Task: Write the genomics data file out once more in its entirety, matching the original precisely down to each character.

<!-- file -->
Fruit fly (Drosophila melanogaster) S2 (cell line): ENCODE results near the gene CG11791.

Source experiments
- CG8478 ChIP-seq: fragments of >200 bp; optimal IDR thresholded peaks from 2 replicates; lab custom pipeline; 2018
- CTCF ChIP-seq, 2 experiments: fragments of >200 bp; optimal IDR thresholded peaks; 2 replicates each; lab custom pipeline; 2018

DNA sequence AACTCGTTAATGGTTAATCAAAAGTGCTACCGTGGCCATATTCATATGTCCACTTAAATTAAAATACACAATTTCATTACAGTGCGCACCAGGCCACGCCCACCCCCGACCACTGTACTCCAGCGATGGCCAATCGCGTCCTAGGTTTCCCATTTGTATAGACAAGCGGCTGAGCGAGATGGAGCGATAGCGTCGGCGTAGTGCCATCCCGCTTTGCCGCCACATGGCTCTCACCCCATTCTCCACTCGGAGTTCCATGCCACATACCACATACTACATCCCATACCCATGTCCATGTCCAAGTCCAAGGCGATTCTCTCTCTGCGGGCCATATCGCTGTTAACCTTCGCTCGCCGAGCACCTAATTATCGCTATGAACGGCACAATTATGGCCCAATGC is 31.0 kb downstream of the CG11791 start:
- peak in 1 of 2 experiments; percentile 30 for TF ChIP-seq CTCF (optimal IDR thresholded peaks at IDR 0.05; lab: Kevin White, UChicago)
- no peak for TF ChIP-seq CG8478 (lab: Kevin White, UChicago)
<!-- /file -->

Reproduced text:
Fruit fly (Drosophila melanogaster) S2 (cell line): ENCODE results near the gene CG11791.

Source experiments
- CG8478 ChIP-seq: fragments of >200 bp; optimal IDR thresholded peaks from 2 replicates; lab custom pipeline; 2018
- CTCF ChIP-seq, 2 experiments: fragments of >200 bp; optimal IDR thresholded peaks; 2 replicates each; lab custom pipeline; 2018

DNA sequence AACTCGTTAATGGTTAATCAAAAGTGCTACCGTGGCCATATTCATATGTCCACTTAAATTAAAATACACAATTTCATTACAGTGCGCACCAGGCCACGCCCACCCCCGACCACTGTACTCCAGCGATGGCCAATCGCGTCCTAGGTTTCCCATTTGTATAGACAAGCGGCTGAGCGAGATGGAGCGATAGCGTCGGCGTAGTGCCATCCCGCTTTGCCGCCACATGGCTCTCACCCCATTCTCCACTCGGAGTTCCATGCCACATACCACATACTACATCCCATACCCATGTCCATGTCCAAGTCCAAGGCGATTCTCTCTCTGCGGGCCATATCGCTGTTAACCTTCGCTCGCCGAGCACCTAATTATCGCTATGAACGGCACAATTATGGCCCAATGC is 31.0 kb downstream of the CG11791 start:
- peak in 1 of 2 experiments; percentile 30 for TF ChIP-seq CTCF (optimal IDR thresholded peaks at IDR 0.05; lab: Kevin White, UChicago)
- no peak for TF ChIP-seq CG8478 (lab: Kevin White, UChicago)